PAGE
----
But let’s now raise the stakes, complicating this velvet paint-by-numbers picture

  • Dreg King

    You have to hand it to Michael Peppiatt’s Francis Bacon in Your Blood: That acute title calls up an entire juicy slice—slab?—of modernist antiquity. Emerging from London’s queer-Dickensian gutter like a pestilent hedgehog from an air-raid shelter (or sewer, his detractors said), Bacon saturated the starched fabric of English art with images of, in the words of Monty Python’s Flying Circus, “Blood, Devastation, Death, War, and Horror.” (In other words: What’s not to love?) Say what you want about the man—crown him first runner-up to Picasso in the artistic Mr. Universe pageant of the twentieth

  • politics October 07, 2015

    Design for Living Dangerously: On the Situationist Text 'Mémoires'

    The sun is shining, angry birds are tweeting, bees are dropping like flies: ’Tis a good day for a picnic in the graveyard of honor and humanity. Let us go and pay our disrespects at the tomb of 1959. A bygone age, suffused with the cologne of the quaint. Underneath lies an anarchic spirit waiting to be born again. Or snuffed out once and for all. The spirit in question can be summed up in a saying Graham Greene once procured from Gauguin: “Life being what it is, one dreams of revenge.”

    This idea was given its funniest, most wraithlike expression within Guy Debord and Asger Jorn’s short,

  • No Problem

    JUMPING INTO THIS VOLUME, an expanded exhibition catalogue covering the give-and-take between the Cologne and New York art scenes in the late 1980s, is like touring sister ghost towns. Beneath the curated relics and cultivated dust bunnies loiters a vibrant, unwholesome, and hazardous synergy, crawling with devil-may-care specters. Have zeitgeist, will travel, this compact but hefty coffee-table book promises: an exchange program from an overcaffeinated period when “yuppie scum” meant a target instead of a target demographic. No Problem showcases artists like Martin Kippenberger, Cindy Sherman,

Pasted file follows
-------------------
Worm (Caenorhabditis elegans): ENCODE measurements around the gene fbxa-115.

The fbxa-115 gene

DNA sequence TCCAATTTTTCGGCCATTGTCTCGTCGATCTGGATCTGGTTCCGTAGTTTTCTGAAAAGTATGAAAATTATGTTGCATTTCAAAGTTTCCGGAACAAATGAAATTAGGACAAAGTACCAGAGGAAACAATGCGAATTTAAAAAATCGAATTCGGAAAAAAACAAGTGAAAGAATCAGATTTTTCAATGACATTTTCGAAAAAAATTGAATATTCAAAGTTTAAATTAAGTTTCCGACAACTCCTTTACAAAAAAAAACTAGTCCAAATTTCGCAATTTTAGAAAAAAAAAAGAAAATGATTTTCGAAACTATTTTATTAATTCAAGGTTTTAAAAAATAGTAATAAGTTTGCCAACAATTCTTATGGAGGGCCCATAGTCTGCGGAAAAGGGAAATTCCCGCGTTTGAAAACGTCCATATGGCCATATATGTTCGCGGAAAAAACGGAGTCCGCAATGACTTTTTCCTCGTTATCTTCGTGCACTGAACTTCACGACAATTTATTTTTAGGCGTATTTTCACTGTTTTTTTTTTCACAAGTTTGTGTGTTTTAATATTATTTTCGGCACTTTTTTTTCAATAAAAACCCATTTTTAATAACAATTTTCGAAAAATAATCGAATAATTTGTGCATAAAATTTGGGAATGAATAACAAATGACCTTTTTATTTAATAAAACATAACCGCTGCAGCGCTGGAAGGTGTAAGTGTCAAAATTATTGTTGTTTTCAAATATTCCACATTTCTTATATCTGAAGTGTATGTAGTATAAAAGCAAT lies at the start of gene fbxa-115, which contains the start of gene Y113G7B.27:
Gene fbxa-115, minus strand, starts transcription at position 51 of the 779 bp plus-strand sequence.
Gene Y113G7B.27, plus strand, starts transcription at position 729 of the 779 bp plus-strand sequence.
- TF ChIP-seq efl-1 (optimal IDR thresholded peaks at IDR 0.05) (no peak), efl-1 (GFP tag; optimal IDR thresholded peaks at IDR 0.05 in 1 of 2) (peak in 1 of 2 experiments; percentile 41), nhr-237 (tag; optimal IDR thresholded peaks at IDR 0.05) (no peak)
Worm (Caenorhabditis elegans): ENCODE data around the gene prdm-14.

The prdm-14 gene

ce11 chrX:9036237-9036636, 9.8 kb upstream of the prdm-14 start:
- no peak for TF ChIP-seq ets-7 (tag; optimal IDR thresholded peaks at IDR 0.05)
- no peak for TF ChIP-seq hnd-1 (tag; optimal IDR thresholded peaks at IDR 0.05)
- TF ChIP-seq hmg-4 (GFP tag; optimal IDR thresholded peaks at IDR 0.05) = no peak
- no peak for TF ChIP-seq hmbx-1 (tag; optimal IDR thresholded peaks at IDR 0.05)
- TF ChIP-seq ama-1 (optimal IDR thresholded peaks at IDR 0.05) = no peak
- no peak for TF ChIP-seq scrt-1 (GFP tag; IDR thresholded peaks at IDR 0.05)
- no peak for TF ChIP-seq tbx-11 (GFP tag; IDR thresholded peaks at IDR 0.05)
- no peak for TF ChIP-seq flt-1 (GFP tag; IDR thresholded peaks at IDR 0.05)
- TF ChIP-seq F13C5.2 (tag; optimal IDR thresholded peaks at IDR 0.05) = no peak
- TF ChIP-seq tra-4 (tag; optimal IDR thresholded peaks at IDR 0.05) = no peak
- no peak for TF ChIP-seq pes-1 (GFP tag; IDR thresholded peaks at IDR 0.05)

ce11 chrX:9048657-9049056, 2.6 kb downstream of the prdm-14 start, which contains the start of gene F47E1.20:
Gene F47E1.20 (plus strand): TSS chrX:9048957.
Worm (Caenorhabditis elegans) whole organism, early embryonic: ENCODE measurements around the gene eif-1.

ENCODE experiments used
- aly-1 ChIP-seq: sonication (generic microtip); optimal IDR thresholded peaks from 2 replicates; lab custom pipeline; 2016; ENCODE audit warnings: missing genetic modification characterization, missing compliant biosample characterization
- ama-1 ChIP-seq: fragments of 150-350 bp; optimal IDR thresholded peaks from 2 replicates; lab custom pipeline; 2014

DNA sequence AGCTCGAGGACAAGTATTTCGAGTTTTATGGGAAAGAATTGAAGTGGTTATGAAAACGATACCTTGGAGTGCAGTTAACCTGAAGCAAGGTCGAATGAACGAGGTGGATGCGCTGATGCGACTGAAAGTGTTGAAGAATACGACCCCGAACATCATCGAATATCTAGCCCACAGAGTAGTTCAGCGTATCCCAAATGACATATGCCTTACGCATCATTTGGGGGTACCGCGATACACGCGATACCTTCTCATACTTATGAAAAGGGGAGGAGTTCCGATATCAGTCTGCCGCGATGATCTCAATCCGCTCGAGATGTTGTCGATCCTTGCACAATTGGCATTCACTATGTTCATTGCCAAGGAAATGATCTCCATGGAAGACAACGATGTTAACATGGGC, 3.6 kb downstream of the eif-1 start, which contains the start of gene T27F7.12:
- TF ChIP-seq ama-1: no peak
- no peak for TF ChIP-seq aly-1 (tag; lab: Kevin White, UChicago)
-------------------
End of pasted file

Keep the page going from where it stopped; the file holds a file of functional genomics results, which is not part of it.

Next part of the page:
• A Slit in Time

    In 1976, Viv Albertine was a twenty-two-year-old Brit punk looking to shock and awe the general populace: “I walk around in little girls’ party dresses, hems slashed and ragged, armholes torn open to make them bigger, the waistline up under my chest. . . . Pippi Longstocking meets Barbarella meets juvenile delinquent. Men look at me and they are confused, they don’t know whether they want to fuck me or kill me. This sartorial ensemble really messes with their heads. Good.”

    A year earlier she had been just another halfway-disaffected girl in art school dreaming of a way out of an aimless,

  • Swamp Thing

    Early in Noah Isenberg’s biography of the legendary filmmaker Edgar G. Ulmer—ultimate auteur of the desperate, no-budget, seventy-minute feature, the proverbial Eisenstein of Poverty Row—the author plucks the phrase “fever swamp” from one of the director’s later efforts, a purple western called The Naked Dawn (1955). The farther Isenberg dives into the blissfully cursed recesses of that swamp, the more Ulmer’s career seems like a perverse figment of a cigar-chomping imp’s imagination. It might have sprung fully deformed from an unproduced Coen brothers script (The Amazing Transparent Director